While very few weekend warriors riding the gondola have heard of Doug Coombs, he is by far the most name-checked skier of all time among the pros—the Willie Mays of extreme skiing. Coombs was the godfather of ski mountaineering, the first to master the climbing and backcountry skills necessary to achieve the sport’s seminal first descents. In the 1980s, Coombs was one of just a handful of people solely inspired by the “fall line”—the most elegant and exciting way down the mountain, no matter how steep the face, how narrow the chute, or how high the cliff. And when Coombs went off-piste, he went way off-piste. Coombs was the first to knock off never-before-skied lines on traditional climbing objectives like the Grand Teton, the unforgiving peaks of Valdez, Alaska, and even the mountains of Antarctica. Coombs’ rare combination of desire and skill resulted in hundreds of first descents all over the world. In fact, he was known to be so technically solid in his ascents and descents, and so sharp in his risk assessment, that he actually guided clients on ski lines that even the pros were afraid of. It was a huge shock to everyone when, in 2006, Coombs died while trying to rescue a friend who had gone over a cliff in the French Alps.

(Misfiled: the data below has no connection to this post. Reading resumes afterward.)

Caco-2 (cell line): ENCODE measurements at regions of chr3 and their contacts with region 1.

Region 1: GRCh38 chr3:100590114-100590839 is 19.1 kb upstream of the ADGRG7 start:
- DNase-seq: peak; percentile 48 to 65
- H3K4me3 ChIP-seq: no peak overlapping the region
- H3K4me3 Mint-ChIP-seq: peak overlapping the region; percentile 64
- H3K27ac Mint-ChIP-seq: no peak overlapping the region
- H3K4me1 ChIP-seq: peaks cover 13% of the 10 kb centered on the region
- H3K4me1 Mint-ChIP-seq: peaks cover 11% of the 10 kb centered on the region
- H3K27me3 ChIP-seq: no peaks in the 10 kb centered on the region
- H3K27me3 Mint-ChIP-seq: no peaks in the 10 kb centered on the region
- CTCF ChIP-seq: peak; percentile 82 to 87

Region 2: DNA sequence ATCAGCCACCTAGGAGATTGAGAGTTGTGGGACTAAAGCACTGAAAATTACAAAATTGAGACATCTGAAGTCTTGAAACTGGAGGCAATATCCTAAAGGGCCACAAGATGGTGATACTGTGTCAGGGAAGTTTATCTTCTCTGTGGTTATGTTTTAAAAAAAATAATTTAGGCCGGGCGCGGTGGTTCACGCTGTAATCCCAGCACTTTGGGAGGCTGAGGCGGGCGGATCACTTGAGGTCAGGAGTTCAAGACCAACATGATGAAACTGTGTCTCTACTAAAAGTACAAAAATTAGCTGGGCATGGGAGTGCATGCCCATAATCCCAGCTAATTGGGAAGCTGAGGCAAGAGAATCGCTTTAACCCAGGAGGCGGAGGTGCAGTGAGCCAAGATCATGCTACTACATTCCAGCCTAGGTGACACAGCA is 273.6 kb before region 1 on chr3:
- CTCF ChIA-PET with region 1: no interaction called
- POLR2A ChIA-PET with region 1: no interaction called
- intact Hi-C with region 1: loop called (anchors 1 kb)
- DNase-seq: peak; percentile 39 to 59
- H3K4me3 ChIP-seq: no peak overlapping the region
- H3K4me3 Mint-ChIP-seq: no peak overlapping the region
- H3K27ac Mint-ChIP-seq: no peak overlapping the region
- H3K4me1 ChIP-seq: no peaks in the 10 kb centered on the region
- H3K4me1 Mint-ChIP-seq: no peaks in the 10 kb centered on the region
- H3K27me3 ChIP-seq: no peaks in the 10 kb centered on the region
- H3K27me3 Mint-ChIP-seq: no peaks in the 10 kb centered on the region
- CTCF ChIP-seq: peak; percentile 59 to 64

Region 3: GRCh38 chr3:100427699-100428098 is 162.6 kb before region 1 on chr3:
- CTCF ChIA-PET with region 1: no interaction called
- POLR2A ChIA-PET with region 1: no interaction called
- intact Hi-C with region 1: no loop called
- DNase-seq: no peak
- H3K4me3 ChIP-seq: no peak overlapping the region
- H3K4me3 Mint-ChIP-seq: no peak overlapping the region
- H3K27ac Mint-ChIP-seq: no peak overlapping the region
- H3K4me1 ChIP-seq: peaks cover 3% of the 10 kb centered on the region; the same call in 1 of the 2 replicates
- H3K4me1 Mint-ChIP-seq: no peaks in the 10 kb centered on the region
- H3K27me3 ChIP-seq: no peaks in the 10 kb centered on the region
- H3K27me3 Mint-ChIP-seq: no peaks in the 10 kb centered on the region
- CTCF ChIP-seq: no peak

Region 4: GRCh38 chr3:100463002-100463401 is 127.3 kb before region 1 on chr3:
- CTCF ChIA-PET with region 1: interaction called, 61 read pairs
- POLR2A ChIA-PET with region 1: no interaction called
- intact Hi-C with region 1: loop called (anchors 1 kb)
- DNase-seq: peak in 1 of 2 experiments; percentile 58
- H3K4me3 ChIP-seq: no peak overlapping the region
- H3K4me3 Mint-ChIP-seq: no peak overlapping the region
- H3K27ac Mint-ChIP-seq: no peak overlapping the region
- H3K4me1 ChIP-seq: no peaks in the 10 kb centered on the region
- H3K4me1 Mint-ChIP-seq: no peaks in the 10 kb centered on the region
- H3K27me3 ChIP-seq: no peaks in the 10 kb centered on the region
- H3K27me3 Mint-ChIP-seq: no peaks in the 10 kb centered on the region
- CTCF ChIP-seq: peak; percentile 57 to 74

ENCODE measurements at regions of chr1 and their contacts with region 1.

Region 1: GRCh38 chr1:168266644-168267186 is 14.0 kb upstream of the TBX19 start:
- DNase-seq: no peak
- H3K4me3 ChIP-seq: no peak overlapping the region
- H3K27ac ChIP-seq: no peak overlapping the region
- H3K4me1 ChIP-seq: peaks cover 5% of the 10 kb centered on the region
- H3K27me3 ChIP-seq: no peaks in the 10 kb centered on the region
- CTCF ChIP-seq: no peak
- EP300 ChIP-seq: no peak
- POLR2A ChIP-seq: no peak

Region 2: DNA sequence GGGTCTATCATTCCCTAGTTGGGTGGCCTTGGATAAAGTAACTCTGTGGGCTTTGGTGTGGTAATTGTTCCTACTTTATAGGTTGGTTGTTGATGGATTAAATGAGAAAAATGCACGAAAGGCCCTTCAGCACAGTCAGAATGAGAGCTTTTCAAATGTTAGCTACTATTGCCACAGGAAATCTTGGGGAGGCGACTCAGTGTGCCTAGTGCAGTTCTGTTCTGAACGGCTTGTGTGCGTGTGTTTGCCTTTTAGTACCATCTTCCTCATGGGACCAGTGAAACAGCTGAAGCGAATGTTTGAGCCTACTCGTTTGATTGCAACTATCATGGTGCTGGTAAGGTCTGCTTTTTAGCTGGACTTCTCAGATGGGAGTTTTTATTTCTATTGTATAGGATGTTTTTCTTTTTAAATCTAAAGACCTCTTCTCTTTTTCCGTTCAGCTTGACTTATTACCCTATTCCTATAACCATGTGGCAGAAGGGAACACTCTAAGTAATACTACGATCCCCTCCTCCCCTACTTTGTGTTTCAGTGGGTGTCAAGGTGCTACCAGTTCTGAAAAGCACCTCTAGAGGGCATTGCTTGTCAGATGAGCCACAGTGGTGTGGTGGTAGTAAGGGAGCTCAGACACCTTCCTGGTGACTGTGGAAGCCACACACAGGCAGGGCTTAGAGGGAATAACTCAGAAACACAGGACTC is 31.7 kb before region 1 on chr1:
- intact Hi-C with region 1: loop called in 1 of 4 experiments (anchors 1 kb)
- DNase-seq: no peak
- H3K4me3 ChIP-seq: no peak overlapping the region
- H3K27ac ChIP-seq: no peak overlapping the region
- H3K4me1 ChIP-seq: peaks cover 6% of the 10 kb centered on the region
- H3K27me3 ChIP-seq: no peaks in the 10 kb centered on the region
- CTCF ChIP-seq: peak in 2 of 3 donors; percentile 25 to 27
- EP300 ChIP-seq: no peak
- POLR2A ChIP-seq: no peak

• In 1991 and 1993, Coombs won World Extreme Skiing Championship.
• After many first descents in the state, including on the remote Chugach Range, Coombs started an Alaskan helicopter ski guiding business, the first in the state, in 1994.
• In June of 1996, Doug Coombs and ski partners Mark Newcomb and John Griber made the first descent of the 13,775-foot Grand Teton, the highest peak in Jackson Hole.
The Last Word
Doug Coombs is the reason we get far more excited watching Cody Townsend or Jeremy Jones drop into—and survive—a mind-bending virgin face than we do watching Bode Miller win a gold medal. He took skiing off-piste for good and the perfect line remains the Holy Grail for all serious skiers because of him.
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